The first federally run mobile vaccination sites in Pima County opened Monday morning, launching a nearly 2-month-long initiative to bring vaccines to hard-to-reach communities with help from the Federal Emergency Management Agency.
The first two sites at Pima Community College Desert Vista, 5901 S. Calle Santa Cruz, and Pima Community College West, 2202 W. Anklam Road, will run from through Wednesday, May 5, from 10 a.m. to 8 p.m.
The mobile vaccination clinics operate concurrently at two locations for three days before moving onto a new site.
The FEMA sites have 250 doses of both the Moderna and Johnson & Johnson vaccines available each day. Walk-up shots are available for those 18 and older with no registration or ID card needed.
For those who receive the two-dose Moderna vaccine, the sites will return 28 days later to provide second shots.
As the mobile points of distribution, or PODs, are geared toward historically underserved communities, locations are chosen based on census tract data that shows areas with the highest social vulnerability.
Pima County Supervisor Adelita Grijalva attended the opening of the Desert Vista campus POD to advocate for vaccinations within the district she represents.
“This is still one of the most under-vaccinated communities, and so we have to make it easier and remove as many barriers as we can to have people come and get this vaccine,” she said. “What I love about this site specifically is that it is designed for working families, it is open till 8 p.m., and that is so critical.”
The sites offer language services for non-English speakers, ASL interpreters and a disability integration team to ensure access to functional needs equipment is available.
While the county previously struggled to filter through the vast population of those wanting a vaccine, demand has since decreased, spurring a widespread push to reach unvaccinated residents.
To draw attention to the FEMA vaccine sites, the county is handing out leaflets, placing door hangers in surrounding neighborhoods and working with local schools within the communities of each federal POD.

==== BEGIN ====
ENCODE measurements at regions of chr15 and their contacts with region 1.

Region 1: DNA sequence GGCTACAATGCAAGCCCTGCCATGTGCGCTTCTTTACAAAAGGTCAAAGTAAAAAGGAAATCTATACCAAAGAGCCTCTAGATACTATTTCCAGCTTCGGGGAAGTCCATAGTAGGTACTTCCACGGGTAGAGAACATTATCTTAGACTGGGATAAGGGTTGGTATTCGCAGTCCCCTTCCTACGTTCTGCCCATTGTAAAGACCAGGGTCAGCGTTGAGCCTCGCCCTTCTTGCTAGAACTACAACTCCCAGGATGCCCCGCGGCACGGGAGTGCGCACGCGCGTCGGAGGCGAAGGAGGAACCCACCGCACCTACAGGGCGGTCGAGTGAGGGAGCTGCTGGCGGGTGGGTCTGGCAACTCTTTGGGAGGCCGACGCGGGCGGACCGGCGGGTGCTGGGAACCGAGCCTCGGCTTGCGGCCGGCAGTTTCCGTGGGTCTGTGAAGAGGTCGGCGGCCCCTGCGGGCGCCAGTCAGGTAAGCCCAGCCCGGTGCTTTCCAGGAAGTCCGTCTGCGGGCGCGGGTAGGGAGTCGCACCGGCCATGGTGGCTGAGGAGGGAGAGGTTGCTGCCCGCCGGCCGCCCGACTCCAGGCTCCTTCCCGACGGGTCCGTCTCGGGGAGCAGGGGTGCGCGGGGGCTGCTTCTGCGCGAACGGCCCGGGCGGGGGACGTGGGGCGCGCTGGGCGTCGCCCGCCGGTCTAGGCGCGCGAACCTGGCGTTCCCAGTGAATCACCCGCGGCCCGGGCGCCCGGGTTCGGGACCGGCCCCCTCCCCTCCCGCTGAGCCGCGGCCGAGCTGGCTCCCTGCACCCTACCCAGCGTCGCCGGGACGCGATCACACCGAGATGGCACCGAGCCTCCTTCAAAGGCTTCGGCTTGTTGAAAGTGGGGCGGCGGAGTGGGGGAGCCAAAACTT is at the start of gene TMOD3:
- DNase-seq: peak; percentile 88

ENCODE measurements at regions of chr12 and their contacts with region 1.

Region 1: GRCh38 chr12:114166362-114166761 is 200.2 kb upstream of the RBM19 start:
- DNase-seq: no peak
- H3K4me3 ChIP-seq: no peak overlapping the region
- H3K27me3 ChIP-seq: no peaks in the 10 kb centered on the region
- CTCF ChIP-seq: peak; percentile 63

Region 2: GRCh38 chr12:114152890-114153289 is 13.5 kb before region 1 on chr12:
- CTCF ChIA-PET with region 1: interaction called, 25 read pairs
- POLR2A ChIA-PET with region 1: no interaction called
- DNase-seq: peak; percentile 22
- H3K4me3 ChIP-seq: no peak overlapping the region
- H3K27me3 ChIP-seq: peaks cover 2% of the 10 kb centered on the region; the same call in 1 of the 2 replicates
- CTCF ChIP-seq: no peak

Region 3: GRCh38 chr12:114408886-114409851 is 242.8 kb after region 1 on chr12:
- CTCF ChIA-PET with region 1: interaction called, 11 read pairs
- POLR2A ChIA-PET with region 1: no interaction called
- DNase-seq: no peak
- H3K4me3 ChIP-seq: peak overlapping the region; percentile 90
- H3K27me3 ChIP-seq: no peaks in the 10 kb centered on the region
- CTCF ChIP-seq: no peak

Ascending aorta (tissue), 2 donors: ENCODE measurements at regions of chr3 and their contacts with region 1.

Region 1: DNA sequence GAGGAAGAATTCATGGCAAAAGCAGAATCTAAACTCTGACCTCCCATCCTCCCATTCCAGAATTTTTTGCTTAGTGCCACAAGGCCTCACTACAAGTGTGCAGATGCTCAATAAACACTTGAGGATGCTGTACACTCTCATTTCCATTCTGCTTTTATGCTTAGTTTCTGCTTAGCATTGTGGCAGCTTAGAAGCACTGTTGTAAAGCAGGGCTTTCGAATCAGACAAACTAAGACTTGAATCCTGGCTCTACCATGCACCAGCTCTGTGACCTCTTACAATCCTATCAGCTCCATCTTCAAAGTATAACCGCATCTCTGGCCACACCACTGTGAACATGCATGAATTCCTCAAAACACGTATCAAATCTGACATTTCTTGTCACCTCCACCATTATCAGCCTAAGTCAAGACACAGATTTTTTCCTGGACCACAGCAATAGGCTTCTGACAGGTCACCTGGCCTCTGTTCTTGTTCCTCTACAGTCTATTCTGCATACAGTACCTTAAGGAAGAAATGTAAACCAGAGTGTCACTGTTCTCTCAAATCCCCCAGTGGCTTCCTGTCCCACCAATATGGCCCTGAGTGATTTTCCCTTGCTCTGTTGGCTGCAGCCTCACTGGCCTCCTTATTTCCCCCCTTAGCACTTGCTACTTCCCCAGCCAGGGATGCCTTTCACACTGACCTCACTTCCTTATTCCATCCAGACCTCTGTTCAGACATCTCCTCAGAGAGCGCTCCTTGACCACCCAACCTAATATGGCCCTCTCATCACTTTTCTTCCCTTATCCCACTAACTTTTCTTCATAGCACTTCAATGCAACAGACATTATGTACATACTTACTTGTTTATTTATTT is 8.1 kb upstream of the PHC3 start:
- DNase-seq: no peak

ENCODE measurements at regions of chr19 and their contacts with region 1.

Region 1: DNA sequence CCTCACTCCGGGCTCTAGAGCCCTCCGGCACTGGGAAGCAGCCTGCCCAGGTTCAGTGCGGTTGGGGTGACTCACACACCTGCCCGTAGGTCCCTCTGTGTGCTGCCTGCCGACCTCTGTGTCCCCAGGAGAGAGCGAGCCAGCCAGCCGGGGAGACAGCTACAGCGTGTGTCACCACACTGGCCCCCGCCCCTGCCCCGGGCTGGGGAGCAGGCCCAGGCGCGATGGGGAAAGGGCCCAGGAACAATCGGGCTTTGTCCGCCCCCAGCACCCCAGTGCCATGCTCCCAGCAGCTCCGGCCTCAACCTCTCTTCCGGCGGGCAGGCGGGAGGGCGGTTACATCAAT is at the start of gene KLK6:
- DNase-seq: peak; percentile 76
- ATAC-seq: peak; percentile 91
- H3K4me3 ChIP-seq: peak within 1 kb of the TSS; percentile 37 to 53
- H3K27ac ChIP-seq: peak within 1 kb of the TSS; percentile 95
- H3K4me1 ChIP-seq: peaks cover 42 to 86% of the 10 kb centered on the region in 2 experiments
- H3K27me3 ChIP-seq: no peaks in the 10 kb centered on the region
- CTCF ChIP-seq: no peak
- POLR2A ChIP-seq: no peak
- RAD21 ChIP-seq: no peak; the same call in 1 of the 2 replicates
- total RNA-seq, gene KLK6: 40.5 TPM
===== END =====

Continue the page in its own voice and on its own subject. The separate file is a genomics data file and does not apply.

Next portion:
To address common barriers such as internet access and transportation, the county is bringing information directly to surrounding communities. According to County Administrator Chuck Huckelberry, individuals can reach out to the county to have transportation to the site arranged.
“There’s a very extensive communication plan to try and convince anyone within 2 to 5 miles of these FEMA PODs to come get vaccinated,” Huckelberry said. “You don’t need an appointment, it’s free, there’s free parking. I think now’s the best time to try and get to the group who were either reluctant or had barriers put in front of them, and they just didn’t know how to get a vaccine.”
While FEMA is bringing the infrastructure and controlling the set-up and tearing down of each site, the county is providing the vaccines and health staff.
The county was originally set to get a fixed FEMA vaccine location but landed on mobile outreach after the state and federal agency could not agree on terms for a mass vaccination site.
But now that demand has dropped, the county sees mobile vaccinations as the ideal way to reach residents who have yet to get a vaccine.
“Now that there’s enough vaccine, we’re OK,” said Theresa Cullen, the county’s public health director. “Actually, I think for what we need to do right now, which is the vulnerable and ensuring equity, a large POD wouldn’t work here. We need to do these smaller pods.”
While the FEMA sites are expected to run until June 26, the county will provide any second doses needed after the federal PODs close.
While some sites are still being finalized, the rollout of FEMA mobile vaccination clinics so far includes: